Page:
The Growing Viability of Biomass

Release of the first comprehensive national system for mandatory reporting of greenhouse gas emissions (GHGs) in the United States is likely to change the lives of many farmers and ranchers across the country. With these new regulations, the Environmental Protection Agency (EPA) requires reporting by 25 industrial categories of direct emitting sources – which includes some farm facilities. The rule (40 CFR Part 98) requires reporting of methane and nitrous oxide emissions from facilities with manure management systems that emit GHGs of 25,000 metric tons or more CO2 equivalent per year, with some exclusions.

The mandatory reporting rule goes into effect this year; however, EPA cannot implement the manure management subpart in fiscal year 2010 due to a congressional restriction prohibiting spending any money for this purpose. Livestock operations will be required to report emissions under the rule likely beginning in fiscal 2011, which begins October 1. (Left: The anaerobic digester system on Bettencourt’s Dry Creek Dairy in Idaho. Courtesy Cargill)

The smallest operation that could be required to report is a swine operation with 34,100 head, a dairy herd with 3,200 head and a beef feedlot with 29,300 head (see graphic below). Higher thresholds depend on specific manure management practices and local climate.

One way a cattle operation can ensure it falls below the minimum GHG reporting requirements is to install an anaerobic digester, which will greatly diminish the methane the operation emits.

Biomass Basics

The EPA AgSTAR Program has successfully encouraged the development and adoption of anaerobic digestion technology. Since its inception in 1994, the number of operational digester systems has grown to 135 systems on dairy, hog and cattle farms across the United States. In 2008, roughly 332,100 MWh of energy was generated by anaerobic systems. Although projects of up to 5 MW are under construction, biomass energy accounts for only about 0.5 percent of the nation’s current power needs. There is much room to grow.

For example, anaerobic manure digesters are most common on dairy farms. In 2007, the EPA identified 95 dairy farms that have operational anaerobic digester systems out of about 59,000 licensed dairy herds in the nation.

EPA rules that take effect this year require emissions reporting for livestock operations with an animal count of at least:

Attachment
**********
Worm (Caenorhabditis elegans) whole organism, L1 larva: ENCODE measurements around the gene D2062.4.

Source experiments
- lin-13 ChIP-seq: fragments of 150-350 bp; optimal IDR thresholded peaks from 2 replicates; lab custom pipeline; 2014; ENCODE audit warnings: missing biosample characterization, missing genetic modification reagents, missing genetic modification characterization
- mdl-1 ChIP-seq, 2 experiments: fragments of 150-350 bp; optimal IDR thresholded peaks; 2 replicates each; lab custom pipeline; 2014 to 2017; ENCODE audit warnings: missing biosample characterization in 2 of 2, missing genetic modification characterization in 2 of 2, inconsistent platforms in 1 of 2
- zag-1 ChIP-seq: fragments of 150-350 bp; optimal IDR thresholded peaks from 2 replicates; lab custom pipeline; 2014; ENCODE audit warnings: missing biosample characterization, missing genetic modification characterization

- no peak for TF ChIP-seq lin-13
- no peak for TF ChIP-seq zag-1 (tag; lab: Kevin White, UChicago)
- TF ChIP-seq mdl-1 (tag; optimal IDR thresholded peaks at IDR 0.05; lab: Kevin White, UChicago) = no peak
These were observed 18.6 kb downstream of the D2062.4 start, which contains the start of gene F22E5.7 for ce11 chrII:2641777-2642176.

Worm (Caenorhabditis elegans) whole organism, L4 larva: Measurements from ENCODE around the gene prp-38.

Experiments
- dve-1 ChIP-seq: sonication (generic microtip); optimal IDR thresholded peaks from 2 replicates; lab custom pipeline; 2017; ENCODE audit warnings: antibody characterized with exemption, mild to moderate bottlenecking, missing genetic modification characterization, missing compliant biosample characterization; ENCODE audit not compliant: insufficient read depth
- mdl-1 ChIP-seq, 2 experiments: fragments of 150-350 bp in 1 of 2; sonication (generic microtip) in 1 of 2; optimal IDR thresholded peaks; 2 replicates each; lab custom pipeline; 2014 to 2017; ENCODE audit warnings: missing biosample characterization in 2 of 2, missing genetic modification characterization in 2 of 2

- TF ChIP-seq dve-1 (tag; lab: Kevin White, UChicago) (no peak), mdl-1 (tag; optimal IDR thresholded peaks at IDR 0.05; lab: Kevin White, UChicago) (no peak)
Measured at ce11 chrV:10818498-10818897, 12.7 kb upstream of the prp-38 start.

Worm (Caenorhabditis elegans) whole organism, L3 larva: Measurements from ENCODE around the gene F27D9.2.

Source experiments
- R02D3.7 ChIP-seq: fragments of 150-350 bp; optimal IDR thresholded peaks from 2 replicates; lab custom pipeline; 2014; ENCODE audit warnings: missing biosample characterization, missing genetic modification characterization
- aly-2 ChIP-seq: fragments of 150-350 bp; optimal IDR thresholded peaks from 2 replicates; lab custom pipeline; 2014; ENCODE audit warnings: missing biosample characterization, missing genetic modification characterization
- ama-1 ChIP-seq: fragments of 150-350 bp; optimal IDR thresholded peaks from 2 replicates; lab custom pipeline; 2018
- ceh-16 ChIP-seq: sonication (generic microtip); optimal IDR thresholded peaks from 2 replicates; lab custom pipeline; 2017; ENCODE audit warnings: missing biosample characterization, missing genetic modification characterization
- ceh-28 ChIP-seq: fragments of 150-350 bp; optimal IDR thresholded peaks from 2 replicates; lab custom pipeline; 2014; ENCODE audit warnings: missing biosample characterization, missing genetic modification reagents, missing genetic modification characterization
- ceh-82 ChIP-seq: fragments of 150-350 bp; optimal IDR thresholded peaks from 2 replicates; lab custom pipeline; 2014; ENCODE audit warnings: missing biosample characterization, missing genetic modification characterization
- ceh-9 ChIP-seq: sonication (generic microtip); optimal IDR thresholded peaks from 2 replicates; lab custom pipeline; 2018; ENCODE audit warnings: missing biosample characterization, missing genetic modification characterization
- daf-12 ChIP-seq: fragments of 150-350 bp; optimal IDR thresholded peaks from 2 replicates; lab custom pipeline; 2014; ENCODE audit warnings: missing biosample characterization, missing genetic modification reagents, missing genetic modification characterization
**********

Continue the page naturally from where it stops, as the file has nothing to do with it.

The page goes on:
In comparison, other parts of the world are already deriving significant benefit. A large number of on-farm digesters are in operation across Europe and other parts of the world. According to the Ontario Large Herd Operators Group, Germany has more than 3,700 anaerobic systems in operation, producing about 800 MW – enough to power 400,000 homes.

In 2008, a University of Texas at Austin study found that converting biogas into electricity using standard microturbines could produce around 88 billion kWh, or 2.4 percent of annual electricity consumption in the U.S. The process would also reduce U.S. GHG emissions by about 3.9 percent of the annual GHG emissions from electricity generation.

Poop-to-Power

Biogas recovery systems incorporate an air-tight anaerobic digester – typically plug-flow or mixed reactor – with a biogas capture and combustion system. Organic material, such as animal manure, is fed into the anaerobic digester where the solids are separated and water is removed. A bacterium in the tanks breaks down the solids, releasing methane gas (biogas), carbon dioxide and other gases. The biogas is used to fuel a generator, where it is converted to electricity for use on the farm or sold to a utility.

Anaerobic digester technologies provide enhanced environmental and financial performance when compared to traditional waste management systems such as manure storage pits and lagoons. Anaerobic digestion is particularly effective in converting waste to methane gas, which can be collected for energy recovery. The systems reduce GHG emissions and provide other air and water pollution control advantages.

An AgSTAR report, Market Opportunities for Biogas Recovery Systems, and economic trade studies indicate that a farm owner should have more than 500 head of dairy cows or more than 2,000 swine to make anaerobic digestion financially viable. Average per-cow gas generation equals about 2.5 kWh per day.